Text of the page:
ShopRite announced initiative to plant 25,000 trees by Earth Day
Bay Shore ShopRite hosted the ceremonial tree-planting in the store’s parking lot. The first of 25,000 trees was planted by ShopRite team members.

IB/Waszynski

ShopRite announced initiative to plant 25,000 trees by Earth Day

Story By: RANDALL WASZYNSKI
9/19/2019


The planting of a ginkgo biloba tree in Bay Shore ShopRite’s parking lot kicked off the beginning of a company-wide sustainability goal aimed to be reached by April 2020: planting 25,000 trees in ShopRite communities.

Kimberly Clark, a personal care corporation that produces mostly paper-based consumer products, and environmental nonprofit One Tree Planted will also play roles in this sustainability initiative. Melissa Buonadonna, owner of Bay Shore ShopRite, said she was thrilled that her store would be hosting the ceremonial planting of the first tree of 25,000 to be planted in communities company-wide.

“ShopRite has a strong corporate social responsibility program dedicated to environmental sustainability,” Buonadonna said. “We look forward to working with our community to raise awareness about protecting the environment, and this tree-planting is a great way to start.”

Wakefern Food Corp., ShopRite’s parent company, operates 352 supermarkets across 10 states, spanning north into New Hampshire and south in Pennsylvania and Virginia. ShopRite has been involved in community and environmental initiatives for more than 40 years and continues to do so, noting it as the “right thing to do.”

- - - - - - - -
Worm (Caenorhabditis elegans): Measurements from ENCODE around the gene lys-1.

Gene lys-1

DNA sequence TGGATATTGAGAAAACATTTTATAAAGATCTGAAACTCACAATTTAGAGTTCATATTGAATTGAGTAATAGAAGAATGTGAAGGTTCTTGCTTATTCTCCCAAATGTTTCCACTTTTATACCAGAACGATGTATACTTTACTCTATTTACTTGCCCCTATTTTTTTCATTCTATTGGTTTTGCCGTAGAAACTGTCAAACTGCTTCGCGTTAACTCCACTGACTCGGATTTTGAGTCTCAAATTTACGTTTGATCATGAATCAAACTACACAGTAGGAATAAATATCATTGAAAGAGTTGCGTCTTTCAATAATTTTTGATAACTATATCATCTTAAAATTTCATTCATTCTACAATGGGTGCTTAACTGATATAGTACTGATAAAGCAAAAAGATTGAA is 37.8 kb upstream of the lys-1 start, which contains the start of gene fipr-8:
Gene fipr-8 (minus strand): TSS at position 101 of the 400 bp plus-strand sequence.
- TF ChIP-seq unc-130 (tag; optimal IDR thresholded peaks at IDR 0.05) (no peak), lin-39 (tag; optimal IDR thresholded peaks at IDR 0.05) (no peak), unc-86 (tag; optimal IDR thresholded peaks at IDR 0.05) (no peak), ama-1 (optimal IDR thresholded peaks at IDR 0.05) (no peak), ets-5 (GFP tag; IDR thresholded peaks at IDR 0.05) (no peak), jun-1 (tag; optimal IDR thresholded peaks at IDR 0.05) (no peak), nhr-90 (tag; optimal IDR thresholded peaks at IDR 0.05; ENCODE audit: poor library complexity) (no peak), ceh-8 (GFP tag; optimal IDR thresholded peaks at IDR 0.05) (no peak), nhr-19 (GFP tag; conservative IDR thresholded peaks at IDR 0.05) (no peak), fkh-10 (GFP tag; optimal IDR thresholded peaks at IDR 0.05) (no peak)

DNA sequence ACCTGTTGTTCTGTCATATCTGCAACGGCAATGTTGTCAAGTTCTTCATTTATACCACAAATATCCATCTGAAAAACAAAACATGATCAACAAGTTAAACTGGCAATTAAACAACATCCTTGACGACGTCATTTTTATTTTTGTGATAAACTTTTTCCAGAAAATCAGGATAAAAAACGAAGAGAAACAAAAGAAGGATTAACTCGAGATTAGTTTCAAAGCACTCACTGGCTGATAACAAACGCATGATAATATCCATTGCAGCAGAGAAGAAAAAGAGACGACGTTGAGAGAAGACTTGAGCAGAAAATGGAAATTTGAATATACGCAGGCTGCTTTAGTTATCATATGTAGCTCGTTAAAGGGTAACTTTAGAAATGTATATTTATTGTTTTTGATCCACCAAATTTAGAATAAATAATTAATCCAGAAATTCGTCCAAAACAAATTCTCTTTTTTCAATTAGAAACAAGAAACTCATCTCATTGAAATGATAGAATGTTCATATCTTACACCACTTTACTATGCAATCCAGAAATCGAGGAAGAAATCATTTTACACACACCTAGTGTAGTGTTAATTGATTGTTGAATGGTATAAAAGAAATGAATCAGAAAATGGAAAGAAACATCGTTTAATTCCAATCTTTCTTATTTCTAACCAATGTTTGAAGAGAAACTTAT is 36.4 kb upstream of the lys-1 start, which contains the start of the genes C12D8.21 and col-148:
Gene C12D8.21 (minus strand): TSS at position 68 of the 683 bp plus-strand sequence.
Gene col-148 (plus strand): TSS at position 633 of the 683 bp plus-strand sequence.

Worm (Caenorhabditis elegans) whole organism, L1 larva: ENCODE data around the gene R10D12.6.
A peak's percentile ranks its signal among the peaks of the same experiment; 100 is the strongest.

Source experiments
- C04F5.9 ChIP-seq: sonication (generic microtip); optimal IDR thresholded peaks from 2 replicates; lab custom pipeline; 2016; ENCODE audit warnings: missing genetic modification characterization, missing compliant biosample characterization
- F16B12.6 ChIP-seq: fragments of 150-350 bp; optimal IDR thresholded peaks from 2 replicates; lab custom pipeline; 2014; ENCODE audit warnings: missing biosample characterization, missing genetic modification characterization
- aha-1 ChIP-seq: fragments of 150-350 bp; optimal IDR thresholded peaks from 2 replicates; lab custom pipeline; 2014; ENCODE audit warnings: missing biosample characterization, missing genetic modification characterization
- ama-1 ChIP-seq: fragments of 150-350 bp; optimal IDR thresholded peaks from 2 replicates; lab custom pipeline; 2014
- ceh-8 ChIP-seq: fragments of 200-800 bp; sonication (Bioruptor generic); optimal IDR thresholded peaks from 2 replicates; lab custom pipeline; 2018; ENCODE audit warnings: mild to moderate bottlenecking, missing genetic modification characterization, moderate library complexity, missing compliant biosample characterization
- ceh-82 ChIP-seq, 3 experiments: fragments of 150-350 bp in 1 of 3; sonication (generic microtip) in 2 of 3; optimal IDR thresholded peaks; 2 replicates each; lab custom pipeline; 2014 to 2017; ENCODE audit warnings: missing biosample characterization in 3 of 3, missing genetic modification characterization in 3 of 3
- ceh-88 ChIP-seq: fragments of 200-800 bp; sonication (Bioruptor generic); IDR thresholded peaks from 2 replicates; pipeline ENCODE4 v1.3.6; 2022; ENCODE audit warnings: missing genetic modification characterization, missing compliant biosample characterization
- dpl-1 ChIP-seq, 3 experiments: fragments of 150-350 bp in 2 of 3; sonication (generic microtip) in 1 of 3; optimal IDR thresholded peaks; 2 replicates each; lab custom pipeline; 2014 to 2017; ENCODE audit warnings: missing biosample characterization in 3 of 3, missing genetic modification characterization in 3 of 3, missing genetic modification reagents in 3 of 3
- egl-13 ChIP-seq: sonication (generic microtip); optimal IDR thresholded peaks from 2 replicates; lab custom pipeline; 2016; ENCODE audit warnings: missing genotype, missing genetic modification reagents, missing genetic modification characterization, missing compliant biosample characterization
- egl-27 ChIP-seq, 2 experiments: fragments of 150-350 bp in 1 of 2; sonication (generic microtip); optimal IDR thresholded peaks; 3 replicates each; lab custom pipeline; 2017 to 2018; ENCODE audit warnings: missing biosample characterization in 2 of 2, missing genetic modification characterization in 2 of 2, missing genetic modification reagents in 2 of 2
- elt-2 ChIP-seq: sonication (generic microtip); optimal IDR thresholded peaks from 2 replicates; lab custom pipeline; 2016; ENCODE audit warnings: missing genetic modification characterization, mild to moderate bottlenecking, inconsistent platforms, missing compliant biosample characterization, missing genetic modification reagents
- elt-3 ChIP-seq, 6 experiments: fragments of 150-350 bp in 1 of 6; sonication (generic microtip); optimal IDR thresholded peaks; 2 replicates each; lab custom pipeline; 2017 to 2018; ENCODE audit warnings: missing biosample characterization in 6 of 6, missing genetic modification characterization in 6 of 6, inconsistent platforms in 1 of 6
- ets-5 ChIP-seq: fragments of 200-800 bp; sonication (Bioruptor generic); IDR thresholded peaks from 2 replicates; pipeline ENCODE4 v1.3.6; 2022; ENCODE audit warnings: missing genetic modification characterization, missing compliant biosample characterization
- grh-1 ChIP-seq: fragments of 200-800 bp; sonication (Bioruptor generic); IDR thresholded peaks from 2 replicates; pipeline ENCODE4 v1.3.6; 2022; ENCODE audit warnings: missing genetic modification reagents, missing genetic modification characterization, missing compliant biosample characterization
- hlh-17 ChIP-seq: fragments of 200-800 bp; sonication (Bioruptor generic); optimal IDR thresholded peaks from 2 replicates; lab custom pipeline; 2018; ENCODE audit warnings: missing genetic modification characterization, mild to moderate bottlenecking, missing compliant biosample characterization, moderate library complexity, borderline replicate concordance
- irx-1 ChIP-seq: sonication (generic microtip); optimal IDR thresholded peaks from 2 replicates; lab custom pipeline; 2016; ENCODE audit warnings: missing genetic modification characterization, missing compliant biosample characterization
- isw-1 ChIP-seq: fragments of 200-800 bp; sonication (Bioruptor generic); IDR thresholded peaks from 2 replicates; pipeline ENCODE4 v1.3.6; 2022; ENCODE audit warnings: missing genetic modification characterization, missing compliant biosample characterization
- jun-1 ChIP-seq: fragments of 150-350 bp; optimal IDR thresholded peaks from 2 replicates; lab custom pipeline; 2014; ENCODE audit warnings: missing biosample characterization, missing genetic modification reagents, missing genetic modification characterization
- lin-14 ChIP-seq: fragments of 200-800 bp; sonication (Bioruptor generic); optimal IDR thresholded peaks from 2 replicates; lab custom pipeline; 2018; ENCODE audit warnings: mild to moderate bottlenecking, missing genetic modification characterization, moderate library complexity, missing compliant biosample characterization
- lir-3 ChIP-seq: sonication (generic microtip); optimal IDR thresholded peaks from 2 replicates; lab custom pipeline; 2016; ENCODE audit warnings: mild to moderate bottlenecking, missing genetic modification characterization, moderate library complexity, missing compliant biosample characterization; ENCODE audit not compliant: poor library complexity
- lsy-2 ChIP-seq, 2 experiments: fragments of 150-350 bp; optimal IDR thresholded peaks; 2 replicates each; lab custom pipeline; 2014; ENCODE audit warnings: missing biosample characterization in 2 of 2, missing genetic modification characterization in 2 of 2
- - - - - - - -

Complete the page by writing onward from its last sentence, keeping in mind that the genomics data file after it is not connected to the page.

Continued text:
Along the lines of environmental sustainability, ShopRite has taken full part in several consumer-based and work-flow-related initiatives, including grocery-bag reduction and waste-reduction methods such as recycling and donating unsold food items.

Kickstarting a sustainability goal like 25,000 trees planted in eight months is no easy feat, and Suzanne Forbes, ShopRite’s sustainability administrator, said that presenting the project before team members and customers is the best way to spread the word.

“I am pleased to be doing work with retail because I think our customers really need to know more about what we are doing,” Forbes said. “The new generation really cares about this stuff because the older generation did a good job teaching them.”

Several team members carrying shovels, as well as ShopRite administrators, took to the parking lot last Wednesday, Sept. 11, and filled in the base of a hole where a ginkgo biloba tree was placed. Roland P. Mennella Landscaping of Brightwaters was responsible for transporting the gingko biloba to a mulch island in the store’s parking lot. n